5. Absorption of community health workers as full time employees of the department
Business Report writes that the government is set to make drastic changes to the running of the Public Investment Corporation (PIC) with an amendment that guarantees unions at least two places on the fund manager’s board. A draft bill on the board was passed by the legislators last month and is now waiting for President Cyril Ramaphosa’s signature before it comes into effect.
The draft bill makes sweeping changes to ensure transparency and greater worker participation. It says the finance minister must, in consultation with the cabinet, determine and appoint the 10 non-executive members and the PIC chief executive and chief financial officer as executive members. The bill says the 10 non-executive members must include a representative of the National Treasury, a representative of each major depositor and two or more, but not more than three representatives of a registered trade union, whose members are the majority of the members of the Government Employees Pension Fund (GEPF). It says union representatives will be selected at the Public Service Co-ordinating Bargaining Council based upon their proportional composition.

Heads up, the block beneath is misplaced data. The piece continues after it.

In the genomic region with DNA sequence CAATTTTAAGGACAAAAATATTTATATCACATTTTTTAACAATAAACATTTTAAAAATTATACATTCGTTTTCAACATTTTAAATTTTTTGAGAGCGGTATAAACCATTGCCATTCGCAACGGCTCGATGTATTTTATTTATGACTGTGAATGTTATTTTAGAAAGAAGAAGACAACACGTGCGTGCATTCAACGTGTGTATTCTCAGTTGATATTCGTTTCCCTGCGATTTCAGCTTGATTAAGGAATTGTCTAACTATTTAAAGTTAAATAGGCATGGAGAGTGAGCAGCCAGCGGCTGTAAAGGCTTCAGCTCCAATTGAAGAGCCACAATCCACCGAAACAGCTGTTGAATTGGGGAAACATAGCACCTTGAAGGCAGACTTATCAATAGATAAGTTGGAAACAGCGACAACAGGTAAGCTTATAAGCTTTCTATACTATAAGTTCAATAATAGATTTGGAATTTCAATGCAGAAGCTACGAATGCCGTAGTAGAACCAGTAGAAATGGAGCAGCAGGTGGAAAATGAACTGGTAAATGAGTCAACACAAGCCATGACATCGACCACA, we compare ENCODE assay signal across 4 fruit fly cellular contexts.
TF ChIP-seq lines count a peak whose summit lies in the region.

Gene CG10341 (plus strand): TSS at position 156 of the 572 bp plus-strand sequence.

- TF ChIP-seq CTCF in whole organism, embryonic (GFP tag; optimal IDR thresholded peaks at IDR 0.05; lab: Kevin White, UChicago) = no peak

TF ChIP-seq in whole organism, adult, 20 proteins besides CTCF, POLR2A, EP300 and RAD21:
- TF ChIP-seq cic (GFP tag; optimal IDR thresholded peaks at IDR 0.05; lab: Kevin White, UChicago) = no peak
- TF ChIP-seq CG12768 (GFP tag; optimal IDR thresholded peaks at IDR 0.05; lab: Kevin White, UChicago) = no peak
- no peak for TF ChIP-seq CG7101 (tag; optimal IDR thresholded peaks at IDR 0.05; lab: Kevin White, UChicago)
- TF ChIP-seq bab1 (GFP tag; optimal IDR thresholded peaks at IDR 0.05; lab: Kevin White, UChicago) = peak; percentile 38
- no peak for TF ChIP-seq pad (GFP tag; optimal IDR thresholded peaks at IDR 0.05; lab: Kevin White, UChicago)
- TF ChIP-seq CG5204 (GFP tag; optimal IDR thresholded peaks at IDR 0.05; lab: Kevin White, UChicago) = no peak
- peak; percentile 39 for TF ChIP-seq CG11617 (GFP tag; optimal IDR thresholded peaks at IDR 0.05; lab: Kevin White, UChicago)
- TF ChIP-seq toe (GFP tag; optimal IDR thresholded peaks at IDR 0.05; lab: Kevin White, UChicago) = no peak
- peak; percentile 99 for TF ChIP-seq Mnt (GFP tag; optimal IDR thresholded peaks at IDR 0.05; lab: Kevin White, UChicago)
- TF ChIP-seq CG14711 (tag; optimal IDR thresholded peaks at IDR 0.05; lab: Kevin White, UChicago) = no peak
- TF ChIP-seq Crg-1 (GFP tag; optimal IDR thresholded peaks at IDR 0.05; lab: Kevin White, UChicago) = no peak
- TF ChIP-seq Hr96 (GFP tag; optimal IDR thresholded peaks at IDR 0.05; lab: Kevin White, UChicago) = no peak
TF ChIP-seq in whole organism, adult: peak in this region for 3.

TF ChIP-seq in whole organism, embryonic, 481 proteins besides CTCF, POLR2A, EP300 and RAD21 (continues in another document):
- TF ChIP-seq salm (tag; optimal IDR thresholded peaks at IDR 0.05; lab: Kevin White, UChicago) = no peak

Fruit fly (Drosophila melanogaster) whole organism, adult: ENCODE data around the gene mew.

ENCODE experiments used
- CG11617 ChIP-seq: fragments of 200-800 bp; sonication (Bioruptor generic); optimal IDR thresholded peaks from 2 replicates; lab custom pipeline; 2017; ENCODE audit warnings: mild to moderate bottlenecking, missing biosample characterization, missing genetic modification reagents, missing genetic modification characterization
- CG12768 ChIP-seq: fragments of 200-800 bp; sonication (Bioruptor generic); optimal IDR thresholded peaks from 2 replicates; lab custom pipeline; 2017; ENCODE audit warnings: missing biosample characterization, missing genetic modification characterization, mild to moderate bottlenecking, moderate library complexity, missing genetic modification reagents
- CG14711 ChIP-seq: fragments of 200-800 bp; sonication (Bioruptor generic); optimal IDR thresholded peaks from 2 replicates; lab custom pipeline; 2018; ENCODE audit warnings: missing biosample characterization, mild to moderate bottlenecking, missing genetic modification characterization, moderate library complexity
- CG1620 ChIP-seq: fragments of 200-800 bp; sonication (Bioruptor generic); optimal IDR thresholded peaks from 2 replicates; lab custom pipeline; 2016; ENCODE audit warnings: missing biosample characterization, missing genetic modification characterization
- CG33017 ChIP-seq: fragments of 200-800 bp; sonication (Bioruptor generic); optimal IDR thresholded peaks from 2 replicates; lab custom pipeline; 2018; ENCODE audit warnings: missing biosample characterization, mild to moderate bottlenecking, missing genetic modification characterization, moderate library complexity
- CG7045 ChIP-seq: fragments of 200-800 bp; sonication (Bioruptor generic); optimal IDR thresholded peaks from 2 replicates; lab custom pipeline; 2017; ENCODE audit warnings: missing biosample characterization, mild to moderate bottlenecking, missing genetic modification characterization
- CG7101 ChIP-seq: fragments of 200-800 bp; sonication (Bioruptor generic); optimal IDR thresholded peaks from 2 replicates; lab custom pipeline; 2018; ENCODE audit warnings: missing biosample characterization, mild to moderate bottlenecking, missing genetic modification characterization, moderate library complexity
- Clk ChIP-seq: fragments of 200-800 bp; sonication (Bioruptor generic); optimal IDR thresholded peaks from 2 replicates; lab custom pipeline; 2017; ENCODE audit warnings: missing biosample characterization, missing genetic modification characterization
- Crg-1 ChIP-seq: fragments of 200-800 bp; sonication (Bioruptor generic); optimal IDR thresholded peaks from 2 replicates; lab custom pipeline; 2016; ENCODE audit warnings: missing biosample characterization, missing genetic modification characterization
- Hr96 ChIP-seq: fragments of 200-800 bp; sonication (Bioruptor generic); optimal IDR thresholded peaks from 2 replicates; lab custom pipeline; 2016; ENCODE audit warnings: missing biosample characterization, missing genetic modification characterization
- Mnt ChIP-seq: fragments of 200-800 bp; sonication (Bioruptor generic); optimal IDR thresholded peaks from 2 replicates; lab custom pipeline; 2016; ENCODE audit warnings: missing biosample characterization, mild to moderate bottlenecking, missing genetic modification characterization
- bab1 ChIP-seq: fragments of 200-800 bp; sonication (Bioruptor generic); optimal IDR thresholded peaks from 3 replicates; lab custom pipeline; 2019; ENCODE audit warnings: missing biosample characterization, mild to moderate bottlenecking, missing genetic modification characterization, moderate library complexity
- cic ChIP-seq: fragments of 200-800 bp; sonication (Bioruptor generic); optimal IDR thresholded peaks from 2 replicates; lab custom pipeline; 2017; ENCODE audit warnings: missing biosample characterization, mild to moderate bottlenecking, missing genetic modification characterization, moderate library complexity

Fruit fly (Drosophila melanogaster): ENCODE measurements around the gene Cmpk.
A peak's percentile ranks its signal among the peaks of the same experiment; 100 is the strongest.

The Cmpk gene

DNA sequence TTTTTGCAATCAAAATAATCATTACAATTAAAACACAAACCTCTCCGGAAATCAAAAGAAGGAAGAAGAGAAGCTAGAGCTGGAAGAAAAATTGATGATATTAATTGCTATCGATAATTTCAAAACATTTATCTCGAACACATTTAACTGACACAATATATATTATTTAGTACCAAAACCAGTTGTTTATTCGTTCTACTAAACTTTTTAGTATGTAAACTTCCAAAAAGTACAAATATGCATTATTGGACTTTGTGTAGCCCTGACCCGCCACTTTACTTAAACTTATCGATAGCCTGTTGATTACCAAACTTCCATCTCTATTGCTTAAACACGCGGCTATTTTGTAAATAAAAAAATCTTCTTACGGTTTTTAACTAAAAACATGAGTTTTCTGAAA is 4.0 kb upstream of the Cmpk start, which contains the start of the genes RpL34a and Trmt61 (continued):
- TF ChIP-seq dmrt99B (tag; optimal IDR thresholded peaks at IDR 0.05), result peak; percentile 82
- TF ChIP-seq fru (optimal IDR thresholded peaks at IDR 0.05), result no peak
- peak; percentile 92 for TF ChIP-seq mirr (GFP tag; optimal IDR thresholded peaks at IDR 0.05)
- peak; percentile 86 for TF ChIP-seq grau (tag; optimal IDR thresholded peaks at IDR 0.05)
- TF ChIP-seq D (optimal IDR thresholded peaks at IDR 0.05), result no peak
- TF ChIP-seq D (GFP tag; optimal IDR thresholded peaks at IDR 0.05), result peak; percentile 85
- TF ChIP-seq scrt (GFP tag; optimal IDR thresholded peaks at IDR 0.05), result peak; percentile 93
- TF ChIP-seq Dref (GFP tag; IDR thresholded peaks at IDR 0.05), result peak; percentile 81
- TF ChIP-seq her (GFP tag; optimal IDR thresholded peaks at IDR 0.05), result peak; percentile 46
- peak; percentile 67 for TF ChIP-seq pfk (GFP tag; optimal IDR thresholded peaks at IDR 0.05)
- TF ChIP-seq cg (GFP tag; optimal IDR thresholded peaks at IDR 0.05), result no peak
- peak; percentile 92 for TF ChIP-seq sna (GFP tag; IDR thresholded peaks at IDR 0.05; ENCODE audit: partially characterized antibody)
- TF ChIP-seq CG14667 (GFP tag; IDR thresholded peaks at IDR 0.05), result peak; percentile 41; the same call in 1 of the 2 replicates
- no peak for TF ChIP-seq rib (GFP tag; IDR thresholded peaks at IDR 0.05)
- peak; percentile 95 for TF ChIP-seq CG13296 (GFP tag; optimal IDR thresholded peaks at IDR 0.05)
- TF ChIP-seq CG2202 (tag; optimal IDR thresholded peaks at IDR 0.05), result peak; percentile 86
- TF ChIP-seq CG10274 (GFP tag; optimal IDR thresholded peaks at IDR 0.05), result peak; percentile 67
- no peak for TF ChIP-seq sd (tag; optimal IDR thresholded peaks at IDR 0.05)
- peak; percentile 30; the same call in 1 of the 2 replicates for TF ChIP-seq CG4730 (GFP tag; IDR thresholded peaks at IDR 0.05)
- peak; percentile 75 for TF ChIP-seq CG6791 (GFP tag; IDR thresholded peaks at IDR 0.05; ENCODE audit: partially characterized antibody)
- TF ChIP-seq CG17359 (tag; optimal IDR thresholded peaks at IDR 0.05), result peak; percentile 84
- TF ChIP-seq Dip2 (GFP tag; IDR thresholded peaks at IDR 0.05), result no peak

by Kabelo Khumalo
Business Report writes that Public Enterprises Minister Pravin Gordhan has called on the Eskom board to determine a wage increase it could offer to its employees as the standoff between the utility and its workers continued. The Department of Public Enterprises yesterday said Gordhan met representatives of the Congress of South African Trade Unions (Cosatu) on Wednesday “to understand the concerns from organised labour about the wage dispute with Eskom and related matters”. The department said Cosatu expressed concern about the manner in which wage negotiations have been conducted, Eskom’s insistence on a zero percent wage “offer”, and allegations that the Renewable Energy Independent Power Producer Procurement programme was crowding out jobs in the mining sector.
Gordhan committed to discuss the resumption of negotiations with the Eskom board. Eskom has so far maintained that it could not afford a wage increase, given its precarious financial position. It has said that the decision not to offer a wage increase was part of efforts to set the utility on a path to financial stability.
The unions yesterday protested at Eskom’s premises.The power utility yesterday said that the industrial action had affected power supply. Eskom spokesperson Khulu Phasiwe said that could compromise the utility’s ability to keep the lights on.
by Siseko Njobeni
ANA reports that the National Union of Mineworkers (NUM) said on Thursday that it was “deeply angered” and concerned by a claim that employees at Eskom are among the highest paid in the country and earn an average salary of around R789 000 per year. “Our members do not earn that kind of money. This a lie. It is a serious insult to our members who are currently being offered a zero percent increase by Eskom. [The] Apartheid wage gap still exists at Eskom and black women are some of the lowest paid at Eskom,” NUM spokesperson Livhuwani Mammburu said.